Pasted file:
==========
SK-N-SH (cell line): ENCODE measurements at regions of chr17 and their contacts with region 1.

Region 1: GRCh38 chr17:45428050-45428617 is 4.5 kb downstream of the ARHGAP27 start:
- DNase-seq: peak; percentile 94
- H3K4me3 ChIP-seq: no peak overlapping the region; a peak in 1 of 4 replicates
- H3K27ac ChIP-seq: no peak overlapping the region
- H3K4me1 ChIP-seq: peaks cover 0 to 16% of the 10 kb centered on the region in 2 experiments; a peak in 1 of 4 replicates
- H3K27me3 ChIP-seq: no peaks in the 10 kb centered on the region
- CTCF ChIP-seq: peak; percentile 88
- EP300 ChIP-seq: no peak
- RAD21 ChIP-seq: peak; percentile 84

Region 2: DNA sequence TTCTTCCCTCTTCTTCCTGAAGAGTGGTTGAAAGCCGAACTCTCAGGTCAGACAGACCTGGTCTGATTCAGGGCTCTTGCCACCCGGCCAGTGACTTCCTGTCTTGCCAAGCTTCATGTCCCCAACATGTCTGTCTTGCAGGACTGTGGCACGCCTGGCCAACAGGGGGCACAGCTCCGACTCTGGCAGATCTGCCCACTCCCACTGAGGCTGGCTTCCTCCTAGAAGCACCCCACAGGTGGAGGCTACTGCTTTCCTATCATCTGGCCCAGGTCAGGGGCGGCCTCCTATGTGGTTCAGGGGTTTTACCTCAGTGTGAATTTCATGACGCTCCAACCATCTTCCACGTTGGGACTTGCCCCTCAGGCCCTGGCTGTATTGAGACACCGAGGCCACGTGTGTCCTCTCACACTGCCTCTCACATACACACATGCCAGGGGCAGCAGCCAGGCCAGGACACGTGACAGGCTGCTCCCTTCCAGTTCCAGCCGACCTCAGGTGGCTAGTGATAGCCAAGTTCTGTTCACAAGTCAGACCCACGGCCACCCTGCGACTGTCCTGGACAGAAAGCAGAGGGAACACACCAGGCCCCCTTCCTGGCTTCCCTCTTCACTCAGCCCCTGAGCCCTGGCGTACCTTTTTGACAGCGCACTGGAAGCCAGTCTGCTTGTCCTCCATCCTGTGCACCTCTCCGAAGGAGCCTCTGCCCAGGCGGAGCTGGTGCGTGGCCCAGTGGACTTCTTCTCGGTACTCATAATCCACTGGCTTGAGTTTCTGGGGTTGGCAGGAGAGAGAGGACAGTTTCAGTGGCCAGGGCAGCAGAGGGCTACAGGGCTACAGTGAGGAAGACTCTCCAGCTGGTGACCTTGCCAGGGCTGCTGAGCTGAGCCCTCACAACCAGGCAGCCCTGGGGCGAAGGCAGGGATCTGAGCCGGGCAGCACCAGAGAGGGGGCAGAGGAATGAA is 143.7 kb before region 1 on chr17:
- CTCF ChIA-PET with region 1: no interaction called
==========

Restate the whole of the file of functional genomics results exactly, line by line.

SK-N-SH (cell line): ENCODE measurements at regions of chr17 and their contacts with region 1.

Region 1: GRCh38 chr17:45428050-45428617 is 4.5 kb downstream of the ARHGAP27 start:
- DNase-seq: peak; percentile 94
- H3K4me3 ChIP-seq: no peak overlapping the region; a peak in 1 of 4 replicates
- H3K27ac ChIP-seq: no peak overlapping the region
- H3K4me1 ChIP-seq: peaks cover 0 to 16% of the 10 kb centered on the region in 2 experiments; a peak in 1 of 4 replicates
- H3K27me3 ChIP-seq: no peaks in the 10 kb centered on the region
- CTCF ChIP-seq: peak; percentile 88
- EP300 ChIP-seq: no peak
- RAD21 ChIP-seq: peak; percentile 84

Region 2: DNA sequence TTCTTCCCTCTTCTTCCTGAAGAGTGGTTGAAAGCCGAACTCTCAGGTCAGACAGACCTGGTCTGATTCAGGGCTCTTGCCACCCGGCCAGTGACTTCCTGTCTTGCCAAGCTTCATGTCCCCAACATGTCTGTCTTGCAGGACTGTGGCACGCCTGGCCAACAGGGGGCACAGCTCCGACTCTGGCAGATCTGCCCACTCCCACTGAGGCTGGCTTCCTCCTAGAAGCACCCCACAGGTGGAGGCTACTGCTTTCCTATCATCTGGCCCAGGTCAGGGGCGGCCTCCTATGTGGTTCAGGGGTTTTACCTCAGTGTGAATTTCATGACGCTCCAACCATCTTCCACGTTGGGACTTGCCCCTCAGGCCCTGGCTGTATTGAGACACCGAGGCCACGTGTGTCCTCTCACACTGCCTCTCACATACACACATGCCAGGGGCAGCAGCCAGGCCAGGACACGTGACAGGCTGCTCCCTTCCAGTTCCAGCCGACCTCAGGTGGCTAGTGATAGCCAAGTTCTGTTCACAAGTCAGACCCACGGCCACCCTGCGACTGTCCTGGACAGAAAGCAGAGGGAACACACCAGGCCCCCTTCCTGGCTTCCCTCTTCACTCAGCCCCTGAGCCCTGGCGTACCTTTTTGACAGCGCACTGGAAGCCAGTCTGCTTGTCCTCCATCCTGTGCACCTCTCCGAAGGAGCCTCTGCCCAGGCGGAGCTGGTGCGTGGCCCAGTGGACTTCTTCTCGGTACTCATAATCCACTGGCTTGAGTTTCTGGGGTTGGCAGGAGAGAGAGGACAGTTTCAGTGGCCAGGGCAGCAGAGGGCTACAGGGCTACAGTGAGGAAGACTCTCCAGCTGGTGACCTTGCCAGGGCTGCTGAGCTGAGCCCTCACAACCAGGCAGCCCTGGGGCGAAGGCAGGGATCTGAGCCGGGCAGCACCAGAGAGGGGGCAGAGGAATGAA is 143.7 kb before region 1 on chr17:
- CTCF ChIA-PET with region 1: no interaction called